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  • 1.
    Bäcke, Linda
    KTH, School of Industrial Engineering and Management (ITM), Materials Science and Engineering.
    Modeling the Effect of Solute Drag on Recovery and Recrystallization during Hot Deformation of Nb Microalloyed Steels2010In: ISIJ International, ISSN 0915-1559, E-ISSN 1347-5460, Vol. 50, no 2, p. 239-247Article in journal (Refereed)
    Abstract [en]

    The effect of solute drag on recovery and recrystallization during hot deformation of Nb microalloyed steels has been modeled using a newly developed microstructure model. The model is based on dislocation theory and the calculated dislocation density determines the driving force for recrystallization. Subgrains act as nuclei for recrystallization and have to reach a critical size and configuration in order for recrystallization to start. In the model, the solute drag effect of Nb in solution is described. Nb retards both dislocation and grain boundary movement giving retardation in both recovery and recrystallization. Calculations were compared to experimental results from axisymmetric compression tests combined with stress relaxation. In order to model the effect of solute drag, the experiments were carried out at temperatures where precipitation of Nb(C, N) should not occur. The calculated flow stresses for the compression tests show good fit with experimental data. Also, the calculated results of the relaxation tests show good agreement with experimental data.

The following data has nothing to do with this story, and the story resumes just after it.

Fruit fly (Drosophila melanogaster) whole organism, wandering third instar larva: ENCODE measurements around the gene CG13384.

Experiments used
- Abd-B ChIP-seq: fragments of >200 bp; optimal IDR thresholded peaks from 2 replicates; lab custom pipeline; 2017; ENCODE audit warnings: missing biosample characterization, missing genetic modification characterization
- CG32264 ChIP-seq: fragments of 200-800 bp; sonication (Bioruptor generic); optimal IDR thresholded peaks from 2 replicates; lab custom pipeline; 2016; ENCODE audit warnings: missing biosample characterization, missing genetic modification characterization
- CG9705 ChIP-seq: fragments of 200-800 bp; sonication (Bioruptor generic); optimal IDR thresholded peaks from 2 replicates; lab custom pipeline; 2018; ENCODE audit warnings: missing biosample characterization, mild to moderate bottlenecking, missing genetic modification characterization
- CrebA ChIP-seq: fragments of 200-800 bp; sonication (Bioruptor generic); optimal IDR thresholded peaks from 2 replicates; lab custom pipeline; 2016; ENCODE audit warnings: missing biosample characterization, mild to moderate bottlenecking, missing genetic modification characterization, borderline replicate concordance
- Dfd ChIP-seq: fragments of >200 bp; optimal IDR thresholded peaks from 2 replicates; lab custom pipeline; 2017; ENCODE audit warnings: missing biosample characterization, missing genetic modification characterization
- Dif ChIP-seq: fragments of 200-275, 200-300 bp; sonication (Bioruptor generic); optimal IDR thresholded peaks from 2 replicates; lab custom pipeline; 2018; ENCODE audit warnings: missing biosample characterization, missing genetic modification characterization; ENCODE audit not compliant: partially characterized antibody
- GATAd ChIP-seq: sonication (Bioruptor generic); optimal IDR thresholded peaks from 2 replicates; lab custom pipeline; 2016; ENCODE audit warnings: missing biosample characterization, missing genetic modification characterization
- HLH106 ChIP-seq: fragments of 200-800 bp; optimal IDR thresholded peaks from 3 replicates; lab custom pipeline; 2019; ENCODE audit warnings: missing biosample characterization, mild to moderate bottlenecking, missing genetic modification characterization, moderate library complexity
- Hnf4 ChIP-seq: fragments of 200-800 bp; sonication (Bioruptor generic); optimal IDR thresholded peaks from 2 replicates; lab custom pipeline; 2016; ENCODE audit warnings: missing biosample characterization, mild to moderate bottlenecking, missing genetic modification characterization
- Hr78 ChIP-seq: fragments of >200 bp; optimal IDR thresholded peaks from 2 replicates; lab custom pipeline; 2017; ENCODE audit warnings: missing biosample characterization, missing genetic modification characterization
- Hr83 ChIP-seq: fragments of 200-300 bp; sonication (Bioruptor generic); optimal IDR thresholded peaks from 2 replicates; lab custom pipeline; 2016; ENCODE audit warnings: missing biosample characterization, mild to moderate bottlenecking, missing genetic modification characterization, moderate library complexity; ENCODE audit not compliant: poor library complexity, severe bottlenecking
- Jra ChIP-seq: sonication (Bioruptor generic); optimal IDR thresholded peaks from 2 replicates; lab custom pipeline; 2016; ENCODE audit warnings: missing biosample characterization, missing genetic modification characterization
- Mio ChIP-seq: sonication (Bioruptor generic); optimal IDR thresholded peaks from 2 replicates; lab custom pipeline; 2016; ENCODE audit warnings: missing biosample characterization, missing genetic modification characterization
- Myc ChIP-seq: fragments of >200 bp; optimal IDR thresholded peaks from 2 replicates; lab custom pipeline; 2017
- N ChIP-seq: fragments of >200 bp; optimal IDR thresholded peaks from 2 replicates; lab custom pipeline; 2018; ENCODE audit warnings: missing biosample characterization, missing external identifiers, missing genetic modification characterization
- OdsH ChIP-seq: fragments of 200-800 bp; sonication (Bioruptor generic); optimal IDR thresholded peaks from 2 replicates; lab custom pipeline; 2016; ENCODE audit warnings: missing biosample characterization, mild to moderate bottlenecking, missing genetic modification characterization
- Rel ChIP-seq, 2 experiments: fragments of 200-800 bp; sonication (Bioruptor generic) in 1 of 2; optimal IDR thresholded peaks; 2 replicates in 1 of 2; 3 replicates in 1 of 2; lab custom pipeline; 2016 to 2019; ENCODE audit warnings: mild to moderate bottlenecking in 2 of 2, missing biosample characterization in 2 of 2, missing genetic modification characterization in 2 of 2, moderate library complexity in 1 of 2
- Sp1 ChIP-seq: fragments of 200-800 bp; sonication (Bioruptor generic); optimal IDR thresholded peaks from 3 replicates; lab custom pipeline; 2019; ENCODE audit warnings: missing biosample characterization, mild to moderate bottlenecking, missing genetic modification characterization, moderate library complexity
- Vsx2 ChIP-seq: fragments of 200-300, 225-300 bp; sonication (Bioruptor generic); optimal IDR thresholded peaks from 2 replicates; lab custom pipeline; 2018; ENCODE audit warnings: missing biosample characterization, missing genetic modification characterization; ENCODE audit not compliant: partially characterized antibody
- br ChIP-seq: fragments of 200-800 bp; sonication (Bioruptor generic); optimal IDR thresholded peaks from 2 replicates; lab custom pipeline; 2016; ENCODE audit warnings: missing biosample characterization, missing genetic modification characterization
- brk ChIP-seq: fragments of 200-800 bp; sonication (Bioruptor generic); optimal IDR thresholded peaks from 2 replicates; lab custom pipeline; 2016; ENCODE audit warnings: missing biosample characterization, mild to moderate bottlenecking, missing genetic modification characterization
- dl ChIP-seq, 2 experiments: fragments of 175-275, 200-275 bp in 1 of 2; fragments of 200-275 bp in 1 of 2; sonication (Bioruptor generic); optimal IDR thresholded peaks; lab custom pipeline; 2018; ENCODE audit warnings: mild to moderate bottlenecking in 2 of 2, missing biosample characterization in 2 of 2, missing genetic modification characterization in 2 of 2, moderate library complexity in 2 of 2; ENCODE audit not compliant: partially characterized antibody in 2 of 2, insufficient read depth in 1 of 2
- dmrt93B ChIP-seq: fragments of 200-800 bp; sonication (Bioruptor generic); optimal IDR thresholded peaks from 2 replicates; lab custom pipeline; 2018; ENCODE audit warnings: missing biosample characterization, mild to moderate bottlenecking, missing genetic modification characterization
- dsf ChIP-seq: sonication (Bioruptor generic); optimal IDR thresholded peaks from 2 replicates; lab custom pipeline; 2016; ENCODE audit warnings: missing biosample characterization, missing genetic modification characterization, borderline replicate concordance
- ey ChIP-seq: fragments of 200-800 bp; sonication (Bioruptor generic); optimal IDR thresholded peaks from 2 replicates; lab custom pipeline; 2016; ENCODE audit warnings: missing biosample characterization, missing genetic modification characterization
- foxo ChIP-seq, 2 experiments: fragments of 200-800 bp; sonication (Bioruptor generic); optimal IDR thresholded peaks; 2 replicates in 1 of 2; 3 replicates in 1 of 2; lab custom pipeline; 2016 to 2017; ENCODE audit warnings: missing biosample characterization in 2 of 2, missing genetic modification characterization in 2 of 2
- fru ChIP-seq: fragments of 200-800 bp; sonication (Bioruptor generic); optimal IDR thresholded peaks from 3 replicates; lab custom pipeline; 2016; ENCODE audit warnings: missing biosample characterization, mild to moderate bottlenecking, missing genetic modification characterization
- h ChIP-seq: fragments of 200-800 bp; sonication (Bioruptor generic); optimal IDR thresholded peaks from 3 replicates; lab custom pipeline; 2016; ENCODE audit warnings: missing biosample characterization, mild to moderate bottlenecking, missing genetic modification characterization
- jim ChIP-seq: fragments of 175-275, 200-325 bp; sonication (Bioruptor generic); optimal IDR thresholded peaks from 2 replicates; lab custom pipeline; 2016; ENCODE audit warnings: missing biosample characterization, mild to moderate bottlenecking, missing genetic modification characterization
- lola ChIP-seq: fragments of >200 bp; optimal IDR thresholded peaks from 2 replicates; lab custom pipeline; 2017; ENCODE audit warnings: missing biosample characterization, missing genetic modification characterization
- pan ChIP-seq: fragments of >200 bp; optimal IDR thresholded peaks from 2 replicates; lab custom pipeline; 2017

• 2.
    Bäcke, Linda
    KTH, School of Industrial Engineering and Management (ITM), Materials Science and Engineering.
    Modeling the Microstructural Evolution during Hot Deformation of Microalloyed Steels2009Doctoral thesis, comprehensive summary (Other academic)
    Abstract [en]

     

    This thesis contains the development of a physically-based model describing the microstructural evolution during hot deformation of microalloyed steels. The work is mainly focused on the recrystallization kinetics. During hot rolling, the repeated deformation and recrystallization provides progressively refined recrystallized grains. Also, recrystallization enables the material to be deformed more easily and knowledge of the recrystallization kinetics is important in order to predict the required roll forces. Hot strip rolling is generally conducted in a reversing roughing mill followed by a continuous finishing mill. During rolling in the roughing mill the temperature is high and complete recrystallization should occur between passes. In the finishing mill the temperature is lower which means slower recrystallization kinetics and partial or no recrystallization often occurs. If microalloying elements such as Nb, Ti or V are present, the recrystallization can be further retarded by either solute drag or particle pinning. When recrystallization is completely retarded and strain is accumulated between passes, the austenite grains will be severely deformed, i.e. pancaking occurs. Pancaking of the grains provides larger amount of nucleation sites for ferrite grains upon transformation and hence a finer ferrite grain size is achieved.